Cancun beaches recovering after seaweed invasion
The beaches of Cancun and the Riviera Maya are getting back to their normality thanks to a beach recovery plan and the efforts of hundreds of temporary workers who are cleaning the beaches daily, but what is seaweed and why invaded our beaches?
The sargassum or seaweed is not a waste, it is not dead seaweed that end up in the beaches like last destination. It is a entire ecosystem forming floating marine weeds capable to transform the view across the entire coast of the Caribbean Sea
A beach with seaweed is not a dirty beach, the seaweed serves to fix the sand in the beaches and to form the dune, which serves as natural barrier against hurricanes.
The problem was that the seaweed quantity is atypical. In accordance with some investigations of the possible causes that generate this phenomenon are: Increase in nutrients in the sea, warming ocean temperatures and changes in the ocean currents due to climate change.
The seaweed is not poisonous or harmful for the health, more nevertheless esthetically it is seen very badly and obstructs the process of spawning and nesting of the marine turtle, since it represents an obstacle so that it goes so far as to the beach to spawn.
This was one of the causes for which the cleanliness of the beaches was slow, because in the areas where there were big seaweed concentrations only spades, rakes and barrows were used to withdraw, it since we are in a wonderful and intense period of nesting of marine turtles and international agreements they prevent from interfering machinery weighed in the areas where it happens.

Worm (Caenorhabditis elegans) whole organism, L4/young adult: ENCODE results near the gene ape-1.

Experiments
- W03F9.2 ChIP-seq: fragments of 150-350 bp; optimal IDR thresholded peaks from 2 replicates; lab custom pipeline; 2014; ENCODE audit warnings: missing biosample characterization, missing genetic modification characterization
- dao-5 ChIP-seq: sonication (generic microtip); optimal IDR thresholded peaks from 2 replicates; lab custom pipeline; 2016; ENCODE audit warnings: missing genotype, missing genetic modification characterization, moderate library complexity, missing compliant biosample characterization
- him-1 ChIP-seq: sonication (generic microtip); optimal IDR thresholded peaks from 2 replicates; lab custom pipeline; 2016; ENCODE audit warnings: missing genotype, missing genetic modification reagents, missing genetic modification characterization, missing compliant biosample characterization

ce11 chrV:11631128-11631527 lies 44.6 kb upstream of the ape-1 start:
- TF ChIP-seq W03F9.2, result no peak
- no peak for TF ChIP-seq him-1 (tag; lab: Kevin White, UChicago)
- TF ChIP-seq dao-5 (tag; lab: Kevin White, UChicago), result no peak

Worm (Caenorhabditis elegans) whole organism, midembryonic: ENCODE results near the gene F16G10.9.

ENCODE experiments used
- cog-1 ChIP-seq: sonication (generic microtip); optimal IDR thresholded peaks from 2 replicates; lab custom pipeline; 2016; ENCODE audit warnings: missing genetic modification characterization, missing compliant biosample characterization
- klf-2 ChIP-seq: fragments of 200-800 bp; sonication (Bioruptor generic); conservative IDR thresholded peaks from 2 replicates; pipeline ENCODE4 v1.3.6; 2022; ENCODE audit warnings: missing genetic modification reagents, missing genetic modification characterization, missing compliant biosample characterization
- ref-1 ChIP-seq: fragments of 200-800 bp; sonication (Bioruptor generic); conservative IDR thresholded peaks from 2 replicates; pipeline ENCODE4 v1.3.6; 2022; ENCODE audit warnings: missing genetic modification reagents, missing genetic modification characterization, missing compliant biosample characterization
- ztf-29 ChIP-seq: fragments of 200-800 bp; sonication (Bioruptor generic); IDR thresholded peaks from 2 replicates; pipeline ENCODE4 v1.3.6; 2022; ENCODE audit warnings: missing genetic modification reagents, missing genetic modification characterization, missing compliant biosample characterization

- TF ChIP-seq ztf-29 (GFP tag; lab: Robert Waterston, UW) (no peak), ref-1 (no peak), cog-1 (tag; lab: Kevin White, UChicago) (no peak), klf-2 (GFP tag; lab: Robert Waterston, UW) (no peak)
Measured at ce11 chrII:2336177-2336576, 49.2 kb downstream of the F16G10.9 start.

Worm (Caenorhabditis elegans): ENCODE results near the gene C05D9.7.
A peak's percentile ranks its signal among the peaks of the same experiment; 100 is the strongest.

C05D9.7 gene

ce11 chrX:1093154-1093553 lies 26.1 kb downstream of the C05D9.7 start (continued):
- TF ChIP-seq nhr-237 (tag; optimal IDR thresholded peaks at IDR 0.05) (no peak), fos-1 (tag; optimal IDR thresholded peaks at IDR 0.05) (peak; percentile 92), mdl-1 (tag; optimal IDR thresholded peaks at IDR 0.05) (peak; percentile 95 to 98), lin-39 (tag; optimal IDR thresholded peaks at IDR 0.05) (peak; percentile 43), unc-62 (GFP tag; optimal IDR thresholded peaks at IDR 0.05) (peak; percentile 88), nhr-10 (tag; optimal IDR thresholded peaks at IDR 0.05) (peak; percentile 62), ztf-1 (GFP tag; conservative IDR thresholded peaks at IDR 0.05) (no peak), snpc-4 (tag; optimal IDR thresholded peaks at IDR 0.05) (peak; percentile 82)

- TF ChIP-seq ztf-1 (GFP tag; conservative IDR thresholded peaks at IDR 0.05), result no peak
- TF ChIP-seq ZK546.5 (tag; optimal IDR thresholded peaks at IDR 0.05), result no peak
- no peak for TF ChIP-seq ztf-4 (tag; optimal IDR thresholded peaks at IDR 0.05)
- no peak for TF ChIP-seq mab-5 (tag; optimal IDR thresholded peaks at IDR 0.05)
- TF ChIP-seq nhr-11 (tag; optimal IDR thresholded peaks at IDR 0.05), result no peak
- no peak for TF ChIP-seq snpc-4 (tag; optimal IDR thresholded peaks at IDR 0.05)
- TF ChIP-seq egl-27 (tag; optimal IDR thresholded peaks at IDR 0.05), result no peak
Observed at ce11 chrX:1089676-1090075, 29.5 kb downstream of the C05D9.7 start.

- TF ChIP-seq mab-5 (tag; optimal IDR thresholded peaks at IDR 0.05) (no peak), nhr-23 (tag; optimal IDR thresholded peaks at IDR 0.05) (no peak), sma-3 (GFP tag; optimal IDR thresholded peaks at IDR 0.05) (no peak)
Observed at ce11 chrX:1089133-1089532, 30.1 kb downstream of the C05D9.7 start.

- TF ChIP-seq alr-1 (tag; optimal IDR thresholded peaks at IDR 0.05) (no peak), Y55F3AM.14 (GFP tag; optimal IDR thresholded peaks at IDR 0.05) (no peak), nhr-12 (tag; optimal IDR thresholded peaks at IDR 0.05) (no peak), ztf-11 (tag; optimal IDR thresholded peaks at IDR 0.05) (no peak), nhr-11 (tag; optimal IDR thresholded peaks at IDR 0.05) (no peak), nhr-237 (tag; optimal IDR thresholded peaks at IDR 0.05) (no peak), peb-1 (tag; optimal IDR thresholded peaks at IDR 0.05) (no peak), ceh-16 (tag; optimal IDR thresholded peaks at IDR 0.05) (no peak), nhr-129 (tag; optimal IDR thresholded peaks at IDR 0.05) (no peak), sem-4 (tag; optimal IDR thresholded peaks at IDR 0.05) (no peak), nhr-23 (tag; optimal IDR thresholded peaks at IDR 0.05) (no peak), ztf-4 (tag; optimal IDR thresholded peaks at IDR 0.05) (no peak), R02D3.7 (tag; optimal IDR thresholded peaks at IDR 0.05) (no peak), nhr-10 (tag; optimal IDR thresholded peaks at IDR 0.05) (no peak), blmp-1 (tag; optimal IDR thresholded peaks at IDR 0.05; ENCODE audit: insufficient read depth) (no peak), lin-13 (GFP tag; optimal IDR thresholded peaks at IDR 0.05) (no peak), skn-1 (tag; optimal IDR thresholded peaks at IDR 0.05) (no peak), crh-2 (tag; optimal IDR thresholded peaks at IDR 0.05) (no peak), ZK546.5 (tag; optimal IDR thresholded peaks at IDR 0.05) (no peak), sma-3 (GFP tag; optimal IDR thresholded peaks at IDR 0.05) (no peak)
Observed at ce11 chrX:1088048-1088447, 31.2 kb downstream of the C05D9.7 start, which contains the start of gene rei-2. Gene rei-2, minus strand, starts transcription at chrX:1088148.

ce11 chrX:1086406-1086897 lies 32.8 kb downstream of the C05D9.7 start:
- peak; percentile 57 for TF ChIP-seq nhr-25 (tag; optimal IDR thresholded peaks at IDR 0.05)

Also to assure that it does not happen again, Government and tourism officials and local institutions are now in contact with experts from Texas A&M University who are working with NASA to use satellite imagery to track the floating patches of seaweed as they are move through the Caribbean, the Yucatan Channel and the Gulf of Mexico. With more information they can forecast when larger patches of seaweed are approaching the coast and can plan accordingly. This project also monitors the sargasso situation in the Caribbean islands, from Grenada and Barbados to Puerto Rico.
In another initiative, the Gulf Coast Research Laboratory at the University of Southern Mississippi is collecting reports from all over the Caribbean. Using the information they receive from different parts of the Caribbean, the Atlantic and the Gulf of Mexico, satellite imagery and the movements of marine currents they can identify Sargassum source areas, track the floating seaweed and try to understand why it is reproducing so quickly.
Today many beaches are free of seaweed and other are in a cleaning process in order the tourism can come and enjoy the majestic sight of the Caribbean, crystalline sea and turquoise waters.